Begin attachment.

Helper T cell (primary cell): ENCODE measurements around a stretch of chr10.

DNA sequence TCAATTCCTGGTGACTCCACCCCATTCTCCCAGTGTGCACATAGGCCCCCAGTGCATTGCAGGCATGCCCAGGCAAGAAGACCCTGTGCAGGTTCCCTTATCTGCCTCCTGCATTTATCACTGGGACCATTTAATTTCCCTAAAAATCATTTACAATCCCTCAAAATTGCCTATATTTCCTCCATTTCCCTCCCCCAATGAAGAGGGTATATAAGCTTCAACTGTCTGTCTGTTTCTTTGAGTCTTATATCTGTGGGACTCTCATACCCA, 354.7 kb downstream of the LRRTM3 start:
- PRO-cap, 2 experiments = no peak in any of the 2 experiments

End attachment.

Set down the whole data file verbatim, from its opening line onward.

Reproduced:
Helper T cell (primary cell): ENCODE measurements around a stretch of chr10.

DNA sequence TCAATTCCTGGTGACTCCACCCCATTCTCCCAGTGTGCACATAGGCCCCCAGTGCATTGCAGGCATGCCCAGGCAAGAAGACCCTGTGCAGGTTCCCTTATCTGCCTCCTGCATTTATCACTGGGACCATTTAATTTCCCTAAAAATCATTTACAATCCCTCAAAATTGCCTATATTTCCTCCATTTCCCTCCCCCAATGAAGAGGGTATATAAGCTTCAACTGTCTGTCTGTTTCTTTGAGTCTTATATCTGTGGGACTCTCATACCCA, 354.7 kb downstream of the LRRTM3 start:
- PRO-cap, 2 experiments = no peak in any of the 2 experiments